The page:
The problem with other sources of lead confusing these results is familiar to me. If I were a survey subject, it would show that I hunt and eat venison twice per week year-round. It also would show I have had elevated blood lead levels (mcg/dL) of 18.4 (2013), 8.9 (2015), 16.7 (2018), 16.7 again (2019) and 8.5 (2020). This sounds like a clear case of elevated lead levels from bullet fragment ingestion—except my family has used nothing but solid copper bullets since 2009. My lead exposure comes from weekly pistol competitions and frequent reloading of ammunition with lead bullets. There are several sources of lead exposure related to my hobby and I have implemented more actions to reduce my exposure further, which is why my levels dropped to 8.5 in 2020. This had nothing to do with lead in venison. My example highlights the importance of not looking at lead levels with simplistic categories like “hunters vs. nonhunters” or “frequency of game meat consumption” without accounting for other potential sources of lead that hunters encounter.

There is no record of anyone ever getting sick from consuming lead bullet fragments unless it was daily. However, there is ample research that shows ingesting bullet fragments and bird shot can increase blood lead levels. Whether that is a health hazard depends on the amount of lead consumed, frequency of consumption, passage rate, age, sex and even differences between individuals. A temporary elevation of blood levels following occasional swallowing of a fragment will not result in a heart attack or loss of memory, but since lead is a toxin it is still good advice to minimize your intake. Studies show that those of us who butcher our own meat have less lead in our venison and that most of the problem is with burger and not whole cuts.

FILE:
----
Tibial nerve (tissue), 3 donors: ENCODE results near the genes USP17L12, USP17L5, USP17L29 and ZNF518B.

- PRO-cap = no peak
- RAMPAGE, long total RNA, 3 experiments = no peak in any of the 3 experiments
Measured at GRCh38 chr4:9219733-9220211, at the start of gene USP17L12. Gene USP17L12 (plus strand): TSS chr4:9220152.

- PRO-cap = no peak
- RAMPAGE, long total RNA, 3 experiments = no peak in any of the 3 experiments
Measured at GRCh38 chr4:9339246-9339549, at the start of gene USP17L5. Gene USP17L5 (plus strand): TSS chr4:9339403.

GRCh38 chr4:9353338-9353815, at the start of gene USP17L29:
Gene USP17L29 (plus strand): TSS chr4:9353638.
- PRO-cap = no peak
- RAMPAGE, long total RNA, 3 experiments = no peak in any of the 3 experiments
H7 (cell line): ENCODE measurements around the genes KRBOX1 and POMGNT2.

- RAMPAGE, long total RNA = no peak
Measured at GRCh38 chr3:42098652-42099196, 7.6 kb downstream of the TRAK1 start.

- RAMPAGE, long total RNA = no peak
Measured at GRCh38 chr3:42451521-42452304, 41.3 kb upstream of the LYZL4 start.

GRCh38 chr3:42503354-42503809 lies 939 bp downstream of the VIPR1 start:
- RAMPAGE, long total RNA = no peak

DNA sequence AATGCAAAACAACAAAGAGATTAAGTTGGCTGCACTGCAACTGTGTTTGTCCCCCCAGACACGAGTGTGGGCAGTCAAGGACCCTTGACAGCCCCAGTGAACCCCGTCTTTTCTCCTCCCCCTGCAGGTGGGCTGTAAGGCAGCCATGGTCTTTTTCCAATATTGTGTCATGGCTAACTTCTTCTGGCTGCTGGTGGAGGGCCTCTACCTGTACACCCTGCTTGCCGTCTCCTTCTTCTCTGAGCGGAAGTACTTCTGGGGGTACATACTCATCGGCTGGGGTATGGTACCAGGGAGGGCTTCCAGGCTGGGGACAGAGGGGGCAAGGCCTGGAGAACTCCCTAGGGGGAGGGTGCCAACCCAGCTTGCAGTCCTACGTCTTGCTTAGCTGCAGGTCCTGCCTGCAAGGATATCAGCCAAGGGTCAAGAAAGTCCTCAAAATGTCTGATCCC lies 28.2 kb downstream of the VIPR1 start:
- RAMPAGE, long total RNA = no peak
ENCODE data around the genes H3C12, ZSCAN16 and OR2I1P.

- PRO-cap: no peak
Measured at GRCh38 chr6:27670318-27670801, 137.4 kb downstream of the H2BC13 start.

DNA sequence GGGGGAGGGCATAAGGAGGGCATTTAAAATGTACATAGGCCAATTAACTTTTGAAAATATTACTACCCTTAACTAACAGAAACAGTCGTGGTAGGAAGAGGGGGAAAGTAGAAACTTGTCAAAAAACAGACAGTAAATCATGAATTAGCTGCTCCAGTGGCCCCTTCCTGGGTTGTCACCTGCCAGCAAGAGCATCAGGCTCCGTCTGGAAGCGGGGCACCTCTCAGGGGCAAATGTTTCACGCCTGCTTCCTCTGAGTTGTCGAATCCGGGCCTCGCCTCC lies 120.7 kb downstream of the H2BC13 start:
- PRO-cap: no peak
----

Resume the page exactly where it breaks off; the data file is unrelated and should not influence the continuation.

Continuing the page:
There are rare cases in medical literature of people retaining a piece of lead in their digestive tract for a long time, most commonly with shot pellets in the appendix. In these cases, blood lead levels can rise to high levels requiring medical attention. There are even cases of gunshot victims having elevated blood lead levels from the bullets that were not removed.

We certainly see cases of bird advocates exaggerating the dangers to hunters of lead bullet ingestion out of concern for bird deaths. You can’t blame them for being passionate about what they love, but we have to make personal ammunition decisions based on good science. There are legitimate reasons for hunters to think about their sources of lead exposure and do all they can to minimize their intake. Unless mandated by law (as in California), a switch to nonlead ammunition is up to the individual depending on their assessment of health risk and other reasons. If you are a female of child-bearing age or have kids around the table, your risk is different than a single person eating venison infrequently.

Those who consume high quantities of lead-killed venison should take precautions to lessen the risk and monitor their blood lead levels. However, all evidence indicates you would have to eat a lot of blood-shot burger frequently to maintain enough metallic lead in your digestive system for these fragments to be a dangerous source of lead poisoning. The CDC has never identified lead bullet fragments in venison as a human health issue, so let’s keep this conversation grounded in good science and avoid inflating the health issue if the concern is really for the birds.

About the Author
A wildlife biologist with degrees from the University of Wisconsin-Stevens Point and Texas A&M University-Kingsville, Jim Heffelfinger has worked for state and federal wildlife agencies, universities and the private sector. He is the author of Deer of the Southwest and the author or coauthor of more than 200 magazine articles, 50 scientific papers, 20 book chapters and numerous outdoor TV scripts. Chairman of the Western Association of Fish and Wildlife Agencies’ Mule Deer Working Group representing 24 Western states and Canadian provinces, he also is the recipient of the Wallmo Award, presented to the leading mule deer biologist in North America, and was named the Mule Deer Foundation’s 2009 Professional of the Year. A member of the International Defensive Pistol Association and the U.S. Practical Shooting Association, Heffelfinger enjoys weekly competitions with his 1911. The opinions expressed here are his own and reflect his personal point of view.